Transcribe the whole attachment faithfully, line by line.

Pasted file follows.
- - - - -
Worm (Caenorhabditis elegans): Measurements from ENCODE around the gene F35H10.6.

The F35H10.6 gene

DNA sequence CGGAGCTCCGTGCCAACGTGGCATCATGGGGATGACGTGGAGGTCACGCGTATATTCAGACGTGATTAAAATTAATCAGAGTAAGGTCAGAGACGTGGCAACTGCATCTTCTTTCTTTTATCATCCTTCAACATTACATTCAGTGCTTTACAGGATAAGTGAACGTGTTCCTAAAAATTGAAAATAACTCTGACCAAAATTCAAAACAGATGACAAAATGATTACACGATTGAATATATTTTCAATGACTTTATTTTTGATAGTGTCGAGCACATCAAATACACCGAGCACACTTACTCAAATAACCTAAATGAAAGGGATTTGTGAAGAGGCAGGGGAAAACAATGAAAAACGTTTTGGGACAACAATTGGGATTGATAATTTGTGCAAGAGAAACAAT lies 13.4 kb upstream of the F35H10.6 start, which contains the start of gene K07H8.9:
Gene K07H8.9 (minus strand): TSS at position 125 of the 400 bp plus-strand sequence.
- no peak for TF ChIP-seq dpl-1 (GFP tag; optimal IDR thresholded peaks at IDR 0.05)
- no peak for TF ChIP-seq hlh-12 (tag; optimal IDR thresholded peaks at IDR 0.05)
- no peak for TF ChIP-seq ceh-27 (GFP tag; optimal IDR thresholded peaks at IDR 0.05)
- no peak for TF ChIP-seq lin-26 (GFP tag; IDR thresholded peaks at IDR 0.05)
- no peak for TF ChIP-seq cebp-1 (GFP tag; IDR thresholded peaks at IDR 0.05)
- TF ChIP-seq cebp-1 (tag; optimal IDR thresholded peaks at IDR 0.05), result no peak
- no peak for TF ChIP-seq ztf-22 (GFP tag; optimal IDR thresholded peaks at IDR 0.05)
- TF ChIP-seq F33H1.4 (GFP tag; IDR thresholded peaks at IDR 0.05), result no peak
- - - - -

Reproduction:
Worm (Caenorhabditis elegans): Measurements from ENCODE around the gene F35H10.6.

The F35H10.6 gene

DNA sequence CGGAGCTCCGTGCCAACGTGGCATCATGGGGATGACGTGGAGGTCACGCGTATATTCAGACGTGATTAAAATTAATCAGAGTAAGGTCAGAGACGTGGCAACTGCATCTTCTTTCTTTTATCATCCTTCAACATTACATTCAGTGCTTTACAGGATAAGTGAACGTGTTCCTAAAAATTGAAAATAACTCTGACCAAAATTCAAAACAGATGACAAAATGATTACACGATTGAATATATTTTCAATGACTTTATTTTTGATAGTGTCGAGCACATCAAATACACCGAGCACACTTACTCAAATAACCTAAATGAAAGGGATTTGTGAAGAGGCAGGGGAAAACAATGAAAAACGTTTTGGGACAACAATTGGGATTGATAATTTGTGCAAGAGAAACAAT lies 13.4 kb upstream of the F35H10.6 start, which contains the start of gene K07H8.9:
Gene K07H8.9 (minus strand): TSS at position 125 of the 400 bp plus-strand sequence.
- no peak for TF ChIP-seq dpl-1 (GFP tag; optimal IDR thresholded peaks at IDR 0.05)
- no peak for TF ChIP-seq hlh-12 (tag; optimal IDR thresholded peaks at IDR 0.05)
- no peak for TF ChIP-seq ceh-27 (GFP tag; optimal IDR thresholded peaks at IDR 0.05)
- no peak for TF ChIP-seq lin-26 (GFP tag; IDR thresholded peaks at IDR 0.05)
- no peak for TF ChIP-seq cebp-1 (GFP tag; IDR thresholded peaks at IDR 0.05)
- TF ChIP-seq cebp-1 (tag; optimal IDR thresholded peaks at IDR 0.05), result no peak
- no peak for TF ChIP-seq ztf-22 (GFP tag; optimal IDR thresholded peaks at IDR 0.05)
- TF ChIP-seq F33H1.4 (GFP tag; IDR thresholded peaks at IDR 0.05), result no peak